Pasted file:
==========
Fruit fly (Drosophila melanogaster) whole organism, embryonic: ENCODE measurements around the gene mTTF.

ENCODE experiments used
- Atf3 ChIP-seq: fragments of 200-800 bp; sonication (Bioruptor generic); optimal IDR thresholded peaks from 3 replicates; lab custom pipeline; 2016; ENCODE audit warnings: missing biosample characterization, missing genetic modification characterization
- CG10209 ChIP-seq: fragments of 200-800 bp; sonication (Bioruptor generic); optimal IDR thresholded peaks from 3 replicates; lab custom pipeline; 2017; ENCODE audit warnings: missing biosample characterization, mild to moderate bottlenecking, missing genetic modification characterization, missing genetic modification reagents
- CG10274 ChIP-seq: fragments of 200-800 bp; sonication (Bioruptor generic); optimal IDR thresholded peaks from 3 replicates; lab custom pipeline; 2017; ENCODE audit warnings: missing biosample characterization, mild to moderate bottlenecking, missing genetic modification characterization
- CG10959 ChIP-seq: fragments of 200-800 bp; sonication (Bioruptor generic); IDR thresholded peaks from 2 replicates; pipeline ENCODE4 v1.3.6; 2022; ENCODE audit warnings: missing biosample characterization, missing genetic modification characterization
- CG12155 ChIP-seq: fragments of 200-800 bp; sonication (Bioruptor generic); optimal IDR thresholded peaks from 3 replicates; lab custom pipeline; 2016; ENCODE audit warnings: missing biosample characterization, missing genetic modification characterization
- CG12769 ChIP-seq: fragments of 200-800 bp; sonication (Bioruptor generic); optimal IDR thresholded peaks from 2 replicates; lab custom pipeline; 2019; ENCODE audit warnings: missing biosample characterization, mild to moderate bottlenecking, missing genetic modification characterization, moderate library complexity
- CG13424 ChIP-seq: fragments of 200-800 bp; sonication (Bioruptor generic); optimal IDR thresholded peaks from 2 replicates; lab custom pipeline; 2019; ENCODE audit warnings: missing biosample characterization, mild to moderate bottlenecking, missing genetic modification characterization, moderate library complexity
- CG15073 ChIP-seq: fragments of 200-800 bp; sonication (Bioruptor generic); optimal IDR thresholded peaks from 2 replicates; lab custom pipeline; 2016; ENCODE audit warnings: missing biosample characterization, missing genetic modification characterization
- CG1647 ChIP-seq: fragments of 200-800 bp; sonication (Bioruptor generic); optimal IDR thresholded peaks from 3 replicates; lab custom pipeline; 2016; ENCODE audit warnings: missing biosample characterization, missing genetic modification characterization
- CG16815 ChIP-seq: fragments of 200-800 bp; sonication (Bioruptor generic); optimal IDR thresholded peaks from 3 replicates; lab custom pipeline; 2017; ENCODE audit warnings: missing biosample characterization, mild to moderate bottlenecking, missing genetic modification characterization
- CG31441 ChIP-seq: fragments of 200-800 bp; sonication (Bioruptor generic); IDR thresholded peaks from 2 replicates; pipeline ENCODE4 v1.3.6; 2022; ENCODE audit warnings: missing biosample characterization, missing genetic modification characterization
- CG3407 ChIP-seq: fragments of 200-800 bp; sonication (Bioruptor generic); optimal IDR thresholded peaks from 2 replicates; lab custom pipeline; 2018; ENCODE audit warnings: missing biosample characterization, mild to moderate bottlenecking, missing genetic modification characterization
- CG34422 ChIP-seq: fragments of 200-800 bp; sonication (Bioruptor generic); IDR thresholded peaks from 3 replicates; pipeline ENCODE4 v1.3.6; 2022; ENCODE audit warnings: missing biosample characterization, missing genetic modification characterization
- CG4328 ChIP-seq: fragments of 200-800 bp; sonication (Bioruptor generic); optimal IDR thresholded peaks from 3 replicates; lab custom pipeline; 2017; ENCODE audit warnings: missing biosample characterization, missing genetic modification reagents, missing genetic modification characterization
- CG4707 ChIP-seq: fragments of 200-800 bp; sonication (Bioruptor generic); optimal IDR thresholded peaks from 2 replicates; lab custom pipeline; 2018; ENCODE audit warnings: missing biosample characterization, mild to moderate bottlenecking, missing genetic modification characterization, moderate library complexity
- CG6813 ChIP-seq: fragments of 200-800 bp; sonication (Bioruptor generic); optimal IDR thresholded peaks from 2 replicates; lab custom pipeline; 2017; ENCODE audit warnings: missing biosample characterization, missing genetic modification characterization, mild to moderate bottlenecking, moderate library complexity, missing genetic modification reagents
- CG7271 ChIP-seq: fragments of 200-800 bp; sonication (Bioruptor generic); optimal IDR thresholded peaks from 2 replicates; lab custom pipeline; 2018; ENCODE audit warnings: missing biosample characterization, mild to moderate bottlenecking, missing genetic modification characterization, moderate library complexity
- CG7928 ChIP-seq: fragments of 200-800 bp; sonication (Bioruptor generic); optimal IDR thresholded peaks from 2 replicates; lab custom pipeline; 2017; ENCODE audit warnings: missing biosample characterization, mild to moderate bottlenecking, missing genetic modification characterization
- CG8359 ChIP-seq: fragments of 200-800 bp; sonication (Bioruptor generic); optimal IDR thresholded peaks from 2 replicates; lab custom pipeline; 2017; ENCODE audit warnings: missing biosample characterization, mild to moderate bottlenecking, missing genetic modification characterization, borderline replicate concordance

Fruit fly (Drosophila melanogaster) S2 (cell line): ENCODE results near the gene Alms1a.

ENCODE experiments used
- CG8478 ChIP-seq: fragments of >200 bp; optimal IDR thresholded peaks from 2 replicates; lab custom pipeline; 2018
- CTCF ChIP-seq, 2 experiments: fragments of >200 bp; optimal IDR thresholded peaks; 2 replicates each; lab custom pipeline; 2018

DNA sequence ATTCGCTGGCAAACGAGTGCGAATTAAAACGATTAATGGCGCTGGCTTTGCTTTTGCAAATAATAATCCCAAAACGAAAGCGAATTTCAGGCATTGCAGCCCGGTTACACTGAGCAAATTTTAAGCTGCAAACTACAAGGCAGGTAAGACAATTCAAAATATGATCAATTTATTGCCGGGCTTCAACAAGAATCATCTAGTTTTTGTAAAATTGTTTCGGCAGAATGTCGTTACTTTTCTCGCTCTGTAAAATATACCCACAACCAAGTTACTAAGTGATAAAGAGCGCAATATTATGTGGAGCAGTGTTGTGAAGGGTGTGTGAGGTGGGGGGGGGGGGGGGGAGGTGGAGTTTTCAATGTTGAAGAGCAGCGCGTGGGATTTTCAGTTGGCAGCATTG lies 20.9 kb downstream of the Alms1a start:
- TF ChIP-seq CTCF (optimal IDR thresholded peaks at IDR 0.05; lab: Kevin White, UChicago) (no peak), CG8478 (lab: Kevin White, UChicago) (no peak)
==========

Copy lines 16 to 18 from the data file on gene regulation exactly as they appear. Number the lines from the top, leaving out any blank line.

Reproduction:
- CG4328 ChIP-seq: fragments of 200-800 bp; sonication (Bioruptor generic); optimal IDR thresholded peaks from 3 replicates; lab custom pipeline; 2017; ENCODE audit warnings: missing biosample characterization, missing genetic modification reagents, missing genetic modification characterization
- CG4707 ChIP-seq: fragments of 200-800 bp; sonication (Bioruptor generic); optimal IDR thresholded peaks from 2 replicates; lab custom pipeline; 2018; ENCODE audit warnings: missing biosample characterization, mild to moderate bottlenecking, missing genetic modification characterization, moderate library complexity
- CG6813 ChIP-seq: fragments of 200-800 bp; sonication (Bioruptor generic); optimal IDR thresholded peaks from 2 replicates; lab custom pipeline; 2017; ENCODE audit warnings: missing biosample characterization, missing genetic modification characterization, mild to moderate bottlenecking, moderate library complexity, missing genetic modification reagents